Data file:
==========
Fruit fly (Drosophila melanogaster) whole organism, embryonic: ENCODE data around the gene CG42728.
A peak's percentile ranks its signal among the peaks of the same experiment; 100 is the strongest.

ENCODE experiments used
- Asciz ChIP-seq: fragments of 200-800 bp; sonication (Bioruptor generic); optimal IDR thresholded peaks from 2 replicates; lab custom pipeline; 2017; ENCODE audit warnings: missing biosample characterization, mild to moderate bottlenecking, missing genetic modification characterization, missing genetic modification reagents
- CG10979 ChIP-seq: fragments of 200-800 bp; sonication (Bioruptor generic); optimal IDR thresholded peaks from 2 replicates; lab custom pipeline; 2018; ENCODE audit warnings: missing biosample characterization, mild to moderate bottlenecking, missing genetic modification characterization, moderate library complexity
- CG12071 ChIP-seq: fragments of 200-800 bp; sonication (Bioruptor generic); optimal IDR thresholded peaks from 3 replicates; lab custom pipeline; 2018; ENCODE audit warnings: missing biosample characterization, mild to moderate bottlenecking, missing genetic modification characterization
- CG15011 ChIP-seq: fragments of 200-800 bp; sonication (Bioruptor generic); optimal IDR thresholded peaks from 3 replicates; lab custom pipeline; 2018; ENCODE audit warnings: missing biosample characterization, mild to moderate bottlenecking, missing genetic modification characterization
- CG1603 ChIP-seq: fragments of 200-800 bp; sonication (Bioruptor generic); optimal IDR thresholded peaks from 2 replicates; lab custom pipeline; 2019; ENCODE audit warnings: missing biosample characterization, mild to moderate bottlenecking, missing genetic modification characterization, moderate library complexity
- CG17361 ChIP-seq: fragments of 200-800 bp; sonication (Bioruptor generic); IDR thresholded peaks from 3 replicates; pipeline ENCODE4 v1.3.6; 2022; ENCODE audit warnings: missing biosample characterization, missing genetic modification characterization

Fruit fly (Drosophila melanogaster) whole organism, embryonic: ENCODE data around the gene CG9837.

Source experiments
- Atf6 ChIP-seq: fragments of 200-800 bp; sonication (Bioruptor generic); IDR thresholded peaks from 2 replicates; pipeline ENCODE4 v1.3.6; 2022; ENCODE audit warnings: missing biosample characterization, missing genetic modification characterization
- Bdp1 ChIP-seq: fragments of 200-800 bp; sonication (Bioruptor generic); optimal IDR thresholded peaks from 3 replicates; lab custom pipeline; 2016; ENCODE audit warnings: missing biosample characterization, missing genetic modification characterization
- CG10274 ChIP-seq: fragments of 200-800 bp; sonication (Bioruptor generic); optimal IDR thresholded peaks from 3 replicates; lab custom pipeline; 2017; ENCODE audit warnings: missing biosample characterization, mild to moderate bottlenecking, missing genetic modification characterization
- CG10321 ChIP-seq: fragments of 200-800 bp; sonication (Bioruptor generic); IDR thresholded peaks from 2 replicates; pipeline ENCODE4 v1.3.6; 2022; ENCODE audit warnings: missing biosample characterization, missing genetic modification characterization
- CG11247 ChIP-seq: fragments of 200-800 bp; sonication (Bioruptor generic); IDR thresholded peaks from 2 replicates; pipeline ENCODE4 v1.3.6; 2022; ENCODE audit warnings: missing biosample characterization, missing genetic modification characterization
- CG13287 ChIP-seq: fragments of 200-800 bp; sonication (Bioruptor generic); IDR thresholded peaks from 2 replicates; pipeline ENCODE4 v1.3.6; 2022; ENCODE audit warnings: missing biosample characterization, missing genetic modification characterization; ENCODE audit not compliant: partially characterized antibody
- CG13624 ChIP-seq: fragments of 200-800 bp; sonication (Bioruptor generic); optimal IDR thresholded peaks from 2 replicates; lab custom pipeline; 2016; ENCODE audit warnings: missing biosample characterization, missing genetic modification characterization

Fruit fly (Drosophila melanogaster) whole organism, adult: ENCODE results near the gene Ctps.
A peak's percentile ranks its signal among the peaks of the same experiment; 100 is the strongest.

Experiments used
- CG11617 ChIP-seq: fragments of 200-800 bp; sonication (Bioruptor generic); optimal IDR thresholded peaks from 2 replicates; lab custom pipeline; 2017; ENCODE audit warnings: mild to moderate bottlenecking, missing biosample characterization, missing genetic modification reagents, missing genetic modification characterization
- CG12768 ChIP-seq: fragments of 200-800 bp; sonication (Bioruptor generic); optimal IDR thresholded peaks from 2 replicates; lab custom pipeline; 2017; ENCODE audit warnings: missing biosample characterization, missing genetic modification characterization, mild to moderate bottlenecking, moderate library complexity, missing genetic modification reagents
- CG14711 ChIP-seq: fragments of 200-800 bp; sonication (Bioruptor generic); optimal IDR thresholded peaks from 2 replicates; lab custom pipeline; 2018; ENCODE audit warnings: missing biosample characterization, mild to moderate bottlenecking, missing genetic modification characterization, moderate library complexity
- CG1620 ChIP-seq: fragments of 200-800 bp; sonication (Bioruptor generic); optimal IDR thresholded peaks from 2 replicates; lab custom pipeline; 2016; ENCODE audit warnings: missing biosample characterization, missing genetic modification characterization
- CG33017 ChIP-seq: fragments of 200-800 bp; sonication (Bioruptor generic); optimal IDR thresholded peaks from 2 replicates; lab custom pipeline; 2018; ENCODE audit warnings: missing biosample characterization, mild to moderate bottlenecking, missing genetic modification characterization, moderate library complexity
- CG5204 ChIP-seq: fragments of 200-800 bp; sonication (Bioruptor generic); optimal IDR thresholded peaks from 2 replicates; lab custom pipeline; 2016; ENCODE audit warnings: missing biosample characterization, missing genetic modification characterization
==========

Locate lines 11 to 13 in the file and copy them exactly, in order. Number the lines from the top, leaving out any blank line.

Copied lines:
Source experiments
- Atf6 ChIP-seq: fragments of 200-800 bp; sonication (Bioruptor generic); IDR thresholded peaks from 2 replicates; pipeline ENCODE4 v1.3.6; 2022; ENCODE audit warnings: missing biosample characterization, missing genetic modification characterization
- Bdp1 ChIP-seq: fragments of 200-800 bp; sonication (Bioruptor generic); optimal IDR thresholded peaks from 3 replicates; lab custom pipeline; 2016; ENCODE audit warnings: missing biosample characterization, missing genetic modification characterization